• app developers were forced to pay a significant service fee (approximately 15 to 30 per cent) for the app and in-app purchases, which was unfair and discriminatory, thereby resulting in Google abusing its dominant position.

The introduction of remedies alongside cease-and-desist orders is a step aimed at eliminating anticompetitive behaviour, prompting a reconsideration of general litigation strategies.

Ongoing investigations

The CCI directed two new investigations into Google in 2021 and 2022. The CCI’s 2021 investigation order[14] is related to allegations of abuse of dominant position in the smart television operating system (TV OS) market. In its prima facie decision, the CCI noted that the agreements between Google and Android TV licensees granting access to the Android smart TV OS required Android TV licensees to:

  • pre-install the entire suite of Google apps;
  • comply with minimum Android compatibility requirements; and
  • preload Google apps and place them on the default home screen.

The CCI was of the prima facie view that Google’s conduct amounted to an anticompetitive vertical agreement as well as abuse of dominant position and directed an investigation by the DG.

In January 2022, the CCI ordered another investigation into Google regarding allegations of abuse of dominant position suffered by news publishers.[15] Upon prima facie consideration, the CCI found Google’s unilateral and opaque methodology for determining and sharing advertising revenue with online news publishers and not paying them for using their websites’ ‘snippets’ in Google’s search results as abusive and directed the DG to investigate.

Online hotel aggregators penalised heavily for violating the Act

In 2019, the CCI initiated a probe into MakeMyTrip Private Limited and Ibibo Group Private Limited (collectively, MMT-GO) and Oravel Stays Private Limited (Oyo) in relation to vertical restraints (leading to denial of market access) and abuse of dominance, possibly resulting in foreclosure for hotels and accommodation.[16] The investigations culminated in the CCI observing that MMT-GO had abused its dominant position in the relevant market while MMT-GO and Oyo were found to have entered into an anticompetitive vertical agreement resulting in denial of market access for rivals of Oyo.[17]

However, on 6 December 2022, the National Company Law Appellate Tribunal (NCLAT) stayed the penalty imposed on MMT-GO for its anticompetitive practices, subject to MMT-GO depositing 10 per cent of the penalty amount. The stay was limited to the amount of penalty imposed and no stay was granted on the non-monetary measures directed by the CCI. Subsequently, MMT-GO approached the Delhi High Court challenging the NCLAT order. The Delhi High Court, on 14 December 2022, upheld the NCLAT order but specifically ordered that no recovery be effected against the remaining 90 per cent of the penalty amount payable by MMT-GO.[18]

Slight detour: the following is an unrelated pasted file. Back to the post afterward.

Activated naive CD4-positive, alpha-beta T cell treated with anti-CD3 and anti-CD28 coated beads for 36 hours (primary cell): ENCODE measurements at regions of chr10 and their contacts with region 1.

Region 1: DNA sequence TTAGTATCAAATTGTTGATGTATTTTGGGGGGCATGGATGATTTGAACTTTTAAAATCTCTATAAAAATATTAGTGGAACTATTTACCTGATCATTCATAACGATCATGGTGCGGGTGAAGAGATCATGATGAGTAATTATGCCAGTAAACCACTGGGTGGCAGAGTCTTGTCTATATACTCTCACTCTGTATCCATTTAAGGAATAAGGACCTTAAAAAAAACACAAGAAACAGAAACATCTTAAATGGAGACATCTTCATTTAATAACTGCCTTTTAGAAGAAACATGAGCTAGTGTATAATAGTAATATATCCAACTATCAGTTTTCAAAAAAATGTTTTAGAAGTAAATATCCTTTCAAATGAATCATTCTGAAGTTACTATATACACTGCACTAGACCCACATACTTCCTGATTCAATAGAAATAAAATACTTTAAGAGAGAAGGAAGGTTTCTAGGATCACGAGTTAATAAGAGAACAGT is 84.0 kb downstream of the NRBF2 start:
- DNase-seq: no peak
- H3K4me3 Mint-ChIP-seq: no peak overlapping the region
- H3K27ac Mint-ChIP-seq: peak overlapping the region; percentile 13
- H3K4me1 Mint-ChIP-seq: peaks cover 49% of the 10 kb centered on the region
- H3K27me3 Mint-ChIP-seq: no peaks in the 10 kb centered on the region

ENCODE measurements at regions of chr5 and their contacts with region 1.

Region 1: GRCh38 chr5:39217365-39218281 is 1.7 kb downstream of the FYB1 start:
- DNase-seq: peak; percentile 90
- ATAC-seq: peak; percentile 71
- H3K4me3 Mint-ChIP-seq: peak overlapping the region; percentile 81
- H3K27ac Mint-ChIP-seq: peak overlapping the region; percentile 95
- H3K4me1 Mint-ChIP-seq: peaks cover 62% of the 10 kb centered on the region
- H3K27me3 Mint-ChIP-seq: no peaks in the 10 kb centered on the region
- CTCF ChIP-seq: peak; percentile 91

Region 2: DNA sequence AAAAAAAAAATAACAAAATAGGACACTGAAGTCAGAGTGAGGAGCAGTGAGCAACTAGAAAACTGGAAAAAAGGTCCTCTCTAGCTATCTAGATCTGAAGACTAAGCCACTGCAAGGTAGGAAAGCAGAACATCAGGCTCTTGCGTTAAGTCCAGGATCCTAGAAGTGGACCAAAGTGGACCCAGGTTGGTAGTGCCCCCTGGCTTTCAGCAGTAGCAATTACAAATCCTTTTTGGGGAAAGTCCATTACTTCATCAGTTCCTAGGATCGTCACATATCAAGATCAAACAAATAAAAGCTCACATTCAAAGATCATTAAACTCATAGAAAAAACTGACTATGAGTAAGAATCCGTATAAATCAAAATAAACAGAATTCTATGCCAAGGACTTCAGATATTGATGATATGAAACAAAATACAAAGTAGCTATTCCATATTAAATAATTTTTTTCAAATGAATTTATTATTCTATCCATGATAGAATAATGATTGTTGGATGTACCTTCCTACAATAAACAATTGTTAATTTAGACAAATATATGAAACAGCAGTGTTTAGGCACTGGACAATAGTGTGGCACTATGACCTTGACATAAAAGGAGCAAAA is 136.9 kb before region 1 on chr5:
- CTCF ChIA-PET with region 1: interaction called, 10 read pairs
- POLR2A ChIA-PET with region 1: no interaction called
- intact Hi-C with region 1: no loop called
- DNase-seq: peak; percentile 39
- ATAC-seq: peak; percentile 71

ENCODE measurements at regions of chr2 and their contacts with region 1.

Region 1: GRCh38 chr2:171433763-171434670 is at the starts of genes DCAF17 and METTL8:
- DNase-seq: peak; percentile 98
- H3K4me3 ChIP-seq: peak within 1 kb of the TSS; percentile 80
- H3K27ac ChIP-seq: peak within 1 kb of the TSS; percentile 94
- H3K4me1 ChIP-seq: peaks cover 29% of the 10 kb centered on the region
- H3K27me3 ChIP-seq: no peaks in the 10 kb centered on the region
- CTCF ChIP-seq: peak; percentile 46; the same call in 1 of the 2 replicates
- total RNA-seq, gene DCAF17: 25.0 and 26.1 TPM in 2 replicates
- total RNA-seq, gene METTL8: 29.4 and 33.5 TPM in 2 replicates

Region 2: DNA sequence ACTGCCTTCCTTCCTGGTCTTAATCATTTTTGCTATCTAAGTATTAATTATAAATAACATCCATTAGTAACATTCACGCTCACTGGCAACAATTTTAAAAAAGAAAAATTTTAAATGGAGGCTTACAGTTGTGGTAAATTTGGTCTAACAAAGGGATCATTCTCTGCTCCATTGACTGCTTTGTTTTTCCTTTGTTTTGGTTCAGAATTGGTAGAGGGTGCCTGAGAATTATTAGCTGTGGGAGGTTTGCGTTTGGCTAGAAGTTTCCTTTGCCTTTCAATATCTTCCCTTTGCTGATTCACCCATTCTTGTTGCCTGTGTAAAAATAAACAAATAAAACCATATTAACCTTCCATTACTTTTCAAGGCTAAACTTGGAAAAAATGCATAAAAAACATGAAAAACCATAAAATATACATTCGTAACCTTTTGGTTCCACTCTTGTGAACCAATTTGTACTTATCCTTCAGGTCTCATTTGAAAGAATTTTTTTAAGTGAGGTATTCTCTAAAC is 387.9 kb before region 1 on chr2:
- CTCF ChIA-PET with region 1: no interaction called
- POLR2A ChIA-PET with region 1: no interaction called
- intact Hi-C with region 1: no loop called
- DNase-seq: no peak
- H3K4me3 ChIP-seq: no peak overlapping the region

CCI jurisdiction and orders supported by the appellate forums

The CCI is seemingly well supported by appellate forums in its heightened scrutiny of various sectors.

In 2021, the CCI suspended its 2019 approval of NV Investment Holdings LLC’s (Amazon Investments) acquisition of a 49 per cent equity stake in Future Coupons Private Limited (FCPL) on grounds of non-disclosure of material information and imposed a penalty of 2.02 billion rupees on Amazon Investments.[19] Aggrieved by the order, Amazon filed a petition with the NCLAT. Dismissing the appeal, the NCLAT observed that Amazon had failed to notify the combination in accordance with the Act. While upholding the CCI’s order, the NCLAT reduced the penalty payable by 10 million rupees. As at January 2023, Amazon’s appeal against NCLAT’s judgment is pending before the Supreme Court of India (SC).

Following WhatsApp’s 2021 update to its terms of service and privacy policy, the CCI initiated an investigation in March 2021 into possible abuse of dominance by WhatsApp on account of the ‘take it or leave it’ nature of the policy.[20] Meta Platforms Inc (Facebook) and WhatsApp challenged the CCI’s order before the Delhi High Court on the grounds that the 2021 policy itself was disputed and pending adjudication before the SC. However, as early as April 2021, the Delhi High Court rejected this argument and refused to interfere with the CCI’s investigation, upholding its jurisdiction to initiate an antitrust inquiry.[21] Facebook and WhatsApp challenged this order before a larger bench of the Delhi High Court, which was rejected, and the CCI’s jurisdiction to initiate the investigation was upheld. Subsequently, Facebook also approached the SC, which dismissed the appeal and upheld the CCI’s jurisdiction.[22]

Similarly, in the Intel case, the CCI issued an order ordering investigation against Intel Technology India Private Limited and Intel Corporation (collectively, Intel) for alleged abuse of dominant position. Aggrieved by the order, Intel filed a writ petition before the Karnataka High Court. The court dismissed the writ petition on the grounds that the CCI is an expert body and that it could not interfere with its investigation, subject to exceptions. Additionally, the court imposed a fine of 1 million rupees on Intel for attempting to scuttle the CCI’s statutory proceedings.[23]

More recently, on 23 December 2022, the NCLAT also upheld CCI’s order[24] and imposition of penalty in the Beer cartel case.[25] The appellants had argued before the NCLAT that the CCI’s order was liable to be rejected as it found the appellants guilty based solely on their leniency applications. Dismissing the appeal, the NCLAT clarified that, once the parties had filed leniency applications and admitted their offence of cartelisation, they are only entitled to question the quantum of penalty imposed and not argue on merits.